PARIS — Jelena Ostapenko is a young woman in a hurry.
On the day she turned 20, Ostapenko became the first unseeded French Open finalist since 1983, using big and bold groundstrokes to end points lickety-split on the way to beating 30th-seeded Timea Bacsinszky of Switzerland 7-6 (4), 3-6, 6-3 on Thursday.
“Her life is like this: Everything very fast,” said Ostapenko’s coach, former pro Anabel Medina Garrigues. “Hit fast. Walk fast. Talk fast.”
It’s true. How quickly did this come together for Ostapenko, the first tennis player from Latvia to reach a Grand Slam final? Not only is this just her eighth major tournament, and not only had she never been past so much as the third round at one before this week, and not only did she lose her opening match in Paris a year ago, but she has yet to win a tour-level title of any sort.
“I mean, when I came here,” Ostapenko said, her words spilling out with nary a pause in between, “of course I didn’t expect I would be in the final.”
In Saturday’s championship match, the 47th-ranked Ostapenko will face Simona Halep of Romania, who got past 2016 U.S. Open runner-up Karolina Pliskova of the Czech Republic 6-4, 3-6, 6-3 in the second compelling semifinal on a sunny day with the temperature touching 81 degrees (27 Celsius).
While Ostapenko is assured of making her debut in the top 20 next week thanks to her surprising showing at the French Open, there is more at stake for the No. 3-seeded Halep: In addition to a chance for Grand Slam title No. 1, a victory would allow the 25-year-old to seize the No. 1 ranking for the first time, too.
This is the second major final for Halep, the runner-up to Maria Sharapova at Roland Garros three years ago.
“I hope this time I can play better,” Halep said, “and I can win it.”
There will be quite a contrast in styles Saturday at Court Philippe Chatrier.
The 5-foot-6 (1.68-meter) Halep is a ball-chasing, defensive dynamo unafraid of lengthy exchanges who gets to nearly everything off an opponent’s racket and is careful when she swings. She made 14 unforced errors against the No. 2-seeded Pliskova, whose total was 55. The 5-10 (1.77-meter) Ostapenko, meanwhile, is aggressive as can be, a go-for-the-lines-and-hit-them tour de force who likes to keep points as snappy as her answers to reporters’ questions.
Bacsinszky’s scouting report on Ostapenko, a pal she played doubles with last year?
“She is young and reckless, in a sense. She’s not afraid of anything. She’s a big hitter,” said Bacsinszky, who also lost in the 2015 French Open semifinals. “She’s a baby, but she’s a beautiful baby.”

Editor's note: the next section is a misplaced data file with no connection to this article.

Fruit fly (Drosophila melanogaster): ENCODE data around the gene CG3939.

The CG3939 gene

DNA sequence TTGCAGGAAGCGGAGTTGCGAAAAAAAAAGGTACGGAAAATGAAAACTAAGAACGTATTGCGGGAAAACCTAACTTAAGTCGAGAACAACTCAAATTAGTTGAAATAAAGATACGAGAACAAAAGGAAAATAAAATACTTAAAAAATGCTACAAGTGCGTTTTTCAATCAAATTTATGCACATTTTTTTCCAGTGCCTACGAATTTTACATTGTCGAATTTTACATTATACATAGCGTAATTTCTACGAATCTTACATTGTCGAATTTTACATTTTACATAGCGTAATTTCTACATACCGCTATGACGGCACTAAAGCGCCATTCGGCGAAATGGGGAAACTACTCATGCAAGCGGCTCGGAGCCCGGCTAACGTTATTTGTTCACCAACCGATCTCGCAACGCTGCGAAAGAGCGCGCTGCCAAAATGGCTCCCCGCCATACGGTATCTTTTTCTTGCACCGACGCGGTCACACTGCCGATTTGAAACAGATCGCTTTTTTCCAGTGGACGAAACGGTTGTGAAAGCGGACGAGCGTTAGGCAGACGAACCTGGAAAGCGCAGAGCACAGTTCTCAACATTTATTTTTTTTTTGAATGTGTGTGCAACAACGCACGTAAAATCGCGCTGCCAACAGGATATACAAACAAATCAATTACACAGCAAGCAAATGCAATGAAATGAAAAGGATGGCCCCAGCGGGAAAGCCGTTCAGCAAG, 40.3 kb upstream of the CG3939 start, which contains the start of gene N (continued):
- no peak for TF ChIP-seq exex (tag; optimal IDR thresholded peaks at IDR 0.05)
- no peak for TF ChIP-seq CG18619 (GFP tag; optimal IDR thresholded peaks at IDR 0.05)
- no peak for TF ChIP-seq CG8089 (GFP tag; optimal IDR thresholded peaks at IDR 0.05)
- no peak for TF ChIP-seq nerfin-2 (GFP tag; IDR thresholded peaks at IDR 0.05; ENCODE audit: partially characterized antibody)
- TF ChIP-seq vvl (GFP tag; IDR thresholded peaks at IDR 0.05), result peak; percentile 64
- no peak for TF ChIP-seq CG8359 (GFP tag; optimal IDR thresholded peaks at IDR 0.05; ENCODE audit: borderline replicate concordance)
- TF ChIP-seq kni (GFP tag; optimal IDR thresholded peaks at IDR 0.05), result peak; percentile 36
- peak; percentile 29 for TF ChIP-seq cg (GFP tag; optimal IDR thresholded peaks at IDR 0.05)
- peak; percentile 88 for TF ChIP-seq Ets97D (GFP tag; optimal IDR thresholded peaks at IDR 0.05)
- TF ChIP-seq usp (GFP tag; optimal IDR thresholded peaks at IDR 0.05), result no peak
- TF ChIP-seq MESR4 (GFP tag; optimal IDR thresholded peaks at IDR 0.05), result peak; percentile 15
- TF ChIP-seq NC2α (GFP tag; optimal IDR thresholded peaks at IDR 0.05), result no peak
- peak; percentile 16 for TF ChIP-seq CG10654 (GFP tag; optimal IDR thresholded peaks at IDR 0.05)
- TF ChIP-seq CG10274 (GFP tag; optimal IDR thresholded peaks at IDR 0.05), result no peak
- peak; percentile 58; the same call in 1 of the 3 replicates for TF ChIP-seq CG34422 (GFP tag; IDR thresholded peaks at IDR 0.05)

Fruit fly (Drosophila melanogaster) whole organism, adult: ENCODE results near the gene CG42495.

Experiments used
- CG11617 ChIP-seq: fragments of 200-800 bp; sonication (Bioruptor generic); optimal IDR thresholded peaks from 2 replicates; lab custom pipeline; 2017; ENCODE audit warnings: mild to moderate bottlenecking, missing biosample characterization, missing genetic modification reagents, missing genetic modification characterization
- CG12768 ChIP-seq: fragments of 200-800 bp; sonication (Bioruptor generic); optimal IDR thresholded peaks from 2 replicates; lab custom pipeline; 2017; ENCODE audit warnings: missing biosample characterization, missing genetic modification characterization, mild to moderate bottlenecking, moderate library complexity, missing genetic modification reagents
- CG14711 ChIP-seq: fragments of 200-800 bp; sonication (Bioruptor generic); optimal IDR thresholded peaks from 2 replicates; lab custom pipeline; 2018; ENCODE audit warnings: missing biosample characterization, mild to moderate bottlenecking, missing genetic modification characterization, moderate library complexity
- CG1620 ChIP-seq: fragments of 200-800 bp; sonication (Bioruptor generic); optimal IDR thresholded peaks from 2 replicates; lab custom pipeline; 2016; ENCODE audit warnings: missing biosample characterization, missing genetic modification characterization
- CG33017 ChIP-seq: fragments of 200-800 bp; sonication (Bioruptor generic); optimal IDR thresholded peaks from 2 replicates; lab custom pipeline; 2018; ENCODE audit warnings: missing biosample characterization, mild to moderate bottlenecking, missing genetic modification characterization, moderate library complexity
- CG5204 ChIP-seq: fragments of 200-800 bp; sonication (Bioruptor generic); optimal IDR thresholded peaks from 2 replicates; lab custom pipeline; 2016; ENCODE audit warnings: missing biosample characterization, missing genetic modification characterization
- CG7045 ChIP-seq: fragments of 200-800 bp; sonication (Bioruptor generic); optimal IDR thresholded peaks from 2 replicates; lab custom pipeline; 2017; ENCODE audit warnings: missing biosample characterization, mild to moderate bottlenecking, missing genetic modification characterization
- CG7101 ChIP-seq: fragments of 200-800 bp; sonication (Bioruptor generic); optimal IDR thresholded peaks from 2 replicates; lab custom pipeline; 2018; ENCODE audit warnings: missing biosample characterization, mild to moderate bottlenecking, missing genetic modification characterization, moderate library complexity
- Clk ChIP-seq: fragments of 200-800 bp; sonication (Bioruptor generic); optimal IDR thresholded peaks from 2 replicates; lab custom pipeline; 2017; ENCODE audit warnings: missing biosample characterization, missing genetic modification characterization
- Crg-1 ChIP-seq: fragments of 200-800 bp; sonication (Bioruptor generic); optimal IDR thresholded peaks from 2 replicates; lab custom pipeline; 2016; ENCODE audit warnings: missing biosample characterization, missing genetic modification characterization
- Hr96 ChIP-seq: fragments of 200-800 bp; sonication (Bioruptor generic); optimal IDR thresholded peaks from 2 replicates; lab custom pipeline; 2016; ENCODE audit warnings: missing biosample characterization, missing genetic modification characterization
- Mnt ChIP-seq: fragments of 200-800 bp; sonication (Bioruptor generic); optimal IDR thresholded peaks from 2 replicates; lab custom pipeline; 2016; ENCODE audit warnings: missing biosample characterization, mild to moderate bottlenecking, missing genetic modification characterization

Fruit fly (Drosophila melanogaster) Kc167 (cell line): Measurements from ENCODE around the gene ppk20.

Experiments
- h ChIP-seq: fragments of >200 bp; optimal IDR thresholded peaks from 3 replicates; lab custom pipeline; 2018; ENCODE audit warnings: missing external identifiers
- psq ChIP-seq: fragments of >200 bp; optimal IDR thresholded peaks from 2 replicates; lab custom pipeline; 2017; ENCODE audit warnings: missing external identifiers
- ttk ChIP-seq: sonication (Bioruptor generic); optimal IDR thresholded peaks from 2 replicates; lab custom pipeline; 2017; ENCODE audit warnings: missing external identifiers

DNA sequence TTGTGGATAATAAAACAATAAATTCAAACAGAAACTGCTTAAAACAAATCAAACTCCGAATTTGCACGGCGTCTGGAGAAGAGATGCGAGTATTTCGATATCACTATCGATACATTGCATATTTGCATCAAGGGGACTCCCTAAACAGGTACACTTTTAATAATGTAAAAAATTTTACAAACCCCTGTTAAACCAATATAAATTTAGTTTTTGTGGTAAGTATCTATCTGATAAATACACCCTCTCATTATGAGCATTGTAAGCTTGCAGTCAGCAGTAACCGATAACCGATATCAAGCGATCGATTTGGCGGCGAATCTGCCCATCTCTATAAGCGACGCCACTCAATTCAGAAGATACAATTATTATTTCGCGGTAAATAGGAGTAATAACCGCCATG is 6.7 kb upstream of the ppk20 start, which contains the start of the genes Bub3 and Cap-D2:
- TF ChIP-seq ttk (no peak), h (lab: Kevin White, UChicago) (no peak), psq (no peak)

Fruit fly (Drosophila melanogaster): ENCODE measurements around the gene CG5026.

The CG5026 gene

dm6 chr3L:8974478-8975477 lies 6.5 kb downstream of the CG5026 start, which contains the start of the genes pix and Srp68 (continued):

One who hits the ball as if she’s angry at it.
Bacsinszky — whose birthday was also Thursday; she turned 28 — employed all manner of strategies in a bid to throw off her opponent. She tried staying in points until Ostapenko would make a mistake. She tried mixing speeds and angles and target spots. She tried hitting shorter to draw Ostapenko forward. She tried hitting deeper.
None of it worked well enough to win, although here is precisely how close the match was: Ostapenko won 106 points, Bacsinszky 105.
“Bad luck. OK. It’s a tough one,” Bacsinszky said when she was informed of that margin, her eyes filling with tears. “I cry now or later? It actually makes me cry now.”
It didn’t help that she tweaked her right thigh in the first set. A trainer taped up her leg; Bacsinszky took painkilling medicine. Still, not much later, she was two points from taking that set.
“In some moments,” Ostapenko said, “I felt a little bit tight.”
Didn’t really show. She surged in the tiebreaker, winning four of the last five points and ending it with a swinging backhand volley winner.
Bacsinszky recovered to grab the second set. But Ostapenko took charge in the third, dictating the action and taking the last three games. By match’s end, the statistics were striking: Ostapenko had far more winners, 50-22, and far more unforced errors, 45-19.
Plus, the pace was entirely to her liking: 165 of the 211 points lasted fewer than five strokes.
“I was just trying to be calm and ... play my game,” Ostapenko said, “and just enjoy every moment.”
Well said, kid.